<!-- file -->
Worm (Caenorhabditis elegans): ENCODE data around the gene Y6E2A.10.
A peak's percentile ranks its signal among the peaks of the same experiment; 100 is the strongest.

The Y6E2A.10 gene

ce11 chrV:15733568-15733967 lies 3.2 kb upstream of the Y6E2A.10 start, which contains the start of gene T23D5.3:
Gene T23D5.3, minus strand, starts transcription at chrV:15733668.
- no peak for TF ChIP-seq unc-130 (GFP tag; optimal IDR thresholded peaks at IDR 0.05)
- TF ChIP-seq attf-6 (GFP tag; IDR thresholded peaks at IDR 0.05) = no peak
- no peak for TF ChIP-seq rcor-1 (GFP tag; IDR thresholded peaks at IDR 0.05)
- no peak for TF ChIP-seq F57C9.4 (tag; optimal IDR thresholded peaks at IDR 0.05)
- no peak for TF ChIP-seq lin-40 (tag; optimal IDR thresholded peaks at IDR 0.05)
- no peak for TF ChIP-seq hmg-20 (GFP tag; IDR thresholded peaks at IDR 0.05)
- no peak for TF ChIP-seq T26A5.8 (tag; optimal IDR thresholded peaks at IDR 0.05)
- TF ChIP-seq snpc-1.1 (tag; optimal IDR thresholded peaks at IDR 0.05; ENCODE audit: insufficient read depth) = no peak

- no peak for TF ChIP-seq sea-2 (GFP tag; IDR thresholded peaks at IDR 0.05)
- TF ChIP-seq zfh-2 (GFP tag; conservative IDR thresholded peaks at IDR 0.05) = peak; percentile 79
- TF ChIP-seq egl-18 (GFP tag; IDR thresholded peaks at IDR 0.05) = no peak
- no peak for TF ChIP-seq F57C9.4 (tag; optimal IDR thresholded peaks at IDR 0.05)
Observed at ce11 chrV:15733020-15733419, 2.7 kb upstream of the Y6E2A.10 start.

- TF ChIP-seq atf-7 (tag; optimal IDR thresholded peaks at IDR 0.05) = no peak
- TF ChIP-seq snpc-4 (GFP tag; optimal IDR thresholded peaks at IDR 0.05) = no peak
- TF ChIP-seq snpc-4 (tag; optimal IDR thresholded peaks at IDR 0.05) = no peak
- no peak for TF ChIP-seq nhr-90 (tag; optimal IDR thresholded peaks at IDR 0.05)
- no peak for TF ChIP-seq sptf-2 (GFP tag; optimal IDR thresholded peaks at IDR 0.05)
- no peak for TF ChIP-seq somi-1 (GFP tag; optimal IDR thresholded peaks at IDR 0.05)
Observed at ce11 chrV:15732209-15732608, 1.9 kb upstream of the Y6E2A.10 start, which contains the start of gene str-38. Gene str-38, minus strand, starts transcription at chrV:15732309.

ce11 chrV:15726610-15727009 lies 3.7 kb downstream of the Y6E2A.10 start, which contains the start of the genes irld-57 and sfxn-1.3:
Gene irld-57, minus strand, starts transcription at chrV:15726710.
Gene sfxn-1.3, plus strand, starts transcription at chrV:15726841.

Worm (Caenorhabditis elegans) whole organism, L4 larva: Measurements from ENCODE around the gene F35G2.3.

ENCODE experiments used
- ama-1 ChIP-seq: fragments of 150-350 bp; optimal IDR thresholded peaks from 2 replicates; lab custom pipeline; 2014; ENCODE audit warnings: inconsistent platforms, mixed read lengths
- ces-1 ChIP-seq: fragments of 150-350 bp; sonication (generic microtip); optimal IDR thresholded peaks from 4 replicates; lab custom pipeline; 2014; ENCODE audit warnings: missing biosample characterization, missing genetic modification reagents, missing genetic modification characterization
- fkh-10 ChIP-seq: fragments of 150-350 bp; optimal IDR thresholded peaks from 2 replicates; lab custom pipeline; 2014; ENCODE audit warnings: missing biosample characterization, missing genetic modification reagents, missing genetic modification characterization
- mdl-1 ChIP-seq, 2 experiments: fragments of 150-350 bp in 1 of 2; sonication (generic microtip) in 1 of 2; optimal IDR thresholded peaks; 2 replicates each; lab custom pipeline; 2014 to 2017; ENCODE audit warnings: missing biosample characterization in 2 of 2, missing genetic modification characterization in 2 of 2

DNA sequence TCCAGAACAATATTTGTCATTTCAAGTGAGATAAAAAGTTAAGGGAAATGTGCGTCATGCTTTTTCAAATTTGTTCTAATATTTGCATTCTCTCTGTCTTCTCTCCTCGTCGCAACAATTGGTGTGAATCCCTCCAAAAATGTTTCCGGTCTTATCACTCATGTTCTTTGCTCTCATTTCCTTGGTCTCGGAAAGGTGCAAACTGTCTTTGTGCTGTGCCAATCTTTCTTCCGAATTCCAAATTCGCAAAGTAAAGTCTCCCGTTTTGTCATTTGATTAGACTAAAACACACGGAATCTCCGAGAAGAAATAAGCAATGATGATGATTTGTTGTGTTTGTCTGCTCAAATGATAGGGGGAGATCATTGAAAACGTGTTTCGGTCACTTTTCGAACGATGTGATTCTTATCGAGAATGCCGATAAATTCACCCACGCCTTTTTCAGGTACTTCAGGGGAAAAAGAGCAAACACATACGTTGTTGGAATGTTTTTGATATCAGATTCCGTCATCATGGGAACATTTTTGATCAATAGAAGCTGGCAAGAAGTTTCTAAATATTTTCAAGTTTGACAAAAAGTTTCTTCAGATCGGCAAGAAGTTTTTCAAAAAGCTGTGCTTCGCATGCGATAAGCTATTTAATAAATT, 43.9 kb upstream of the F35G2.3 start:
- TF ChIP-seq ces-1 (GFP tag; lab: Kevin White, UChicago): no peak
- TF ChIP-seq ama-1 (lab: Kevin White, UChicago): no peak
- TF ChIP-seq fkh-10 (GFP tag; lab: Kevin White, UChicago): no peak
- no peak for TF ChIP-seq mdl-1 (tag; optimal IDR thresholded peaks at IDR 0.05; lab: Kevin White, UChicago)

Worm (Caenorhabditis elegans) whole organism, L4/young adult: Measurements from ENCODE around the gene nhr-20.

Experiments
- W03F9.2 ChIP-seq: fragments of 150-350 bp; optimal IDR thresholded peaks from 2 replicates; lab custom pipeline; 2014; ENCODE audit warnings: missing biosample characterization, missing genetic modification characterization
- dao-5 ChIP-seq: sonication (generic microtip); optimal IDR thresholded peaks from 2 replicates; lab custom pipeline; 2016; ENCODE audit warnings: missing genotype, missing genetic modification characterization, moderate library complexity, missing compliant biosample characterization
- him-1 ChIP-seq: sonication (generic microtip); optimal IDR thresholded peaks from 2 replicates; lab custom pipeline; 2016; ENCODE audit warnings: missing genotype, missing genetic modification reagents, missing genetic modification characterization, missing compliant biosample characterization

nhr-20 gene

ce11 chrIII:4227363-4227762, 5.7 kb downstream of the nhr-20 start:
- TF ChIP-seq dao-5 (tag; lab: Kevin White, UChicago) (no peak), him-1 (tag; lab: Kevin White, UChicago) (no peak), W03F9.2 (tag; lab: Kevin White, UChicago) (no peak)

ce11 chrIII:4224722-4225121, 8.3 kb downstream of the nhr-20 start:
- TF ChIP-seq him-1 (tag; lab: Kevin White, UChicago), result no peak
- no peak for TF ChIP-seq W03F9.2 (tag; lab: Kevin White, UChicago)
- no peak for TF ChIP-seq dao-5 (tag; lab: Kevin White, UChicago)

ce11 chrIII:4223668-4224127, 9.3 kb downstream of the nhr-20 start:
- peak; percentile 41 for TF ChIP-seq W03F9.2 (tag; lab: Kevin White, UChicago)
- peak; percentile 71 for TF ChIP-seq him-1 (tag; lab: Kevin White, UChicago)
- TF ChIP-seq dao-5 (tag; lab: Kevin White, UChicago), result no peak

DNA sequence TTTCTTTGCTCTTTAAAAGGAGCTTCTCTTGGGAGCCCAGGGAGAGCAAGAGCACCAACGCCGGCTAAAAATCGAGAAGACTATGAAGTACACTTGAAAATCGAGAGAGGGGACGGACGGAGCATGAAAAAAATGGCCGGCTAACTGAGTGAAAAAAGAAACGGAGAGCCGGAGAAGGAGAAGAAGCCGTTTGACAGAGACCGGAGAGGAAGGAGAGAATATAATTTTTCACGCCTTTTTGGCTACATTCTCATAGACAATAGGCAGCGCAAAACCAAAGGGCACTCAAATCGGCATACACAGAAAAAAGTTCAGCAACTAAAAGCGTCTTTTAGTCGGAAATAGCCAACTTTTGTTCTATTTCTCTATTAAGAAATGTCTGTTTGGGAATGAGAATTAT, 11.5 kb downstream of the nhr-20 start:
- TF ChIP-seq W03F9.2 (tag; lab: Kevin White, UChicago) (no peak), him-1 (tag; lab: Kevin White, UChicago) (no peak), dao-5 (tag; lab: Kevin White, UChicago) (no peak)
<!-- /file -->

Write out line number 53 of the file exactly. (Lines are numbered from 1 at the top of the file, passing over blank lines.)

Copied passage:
- peak; percentile 41 for TF ChIP-seq W03F9.2 (tag; lab: Kevin White, UChicago)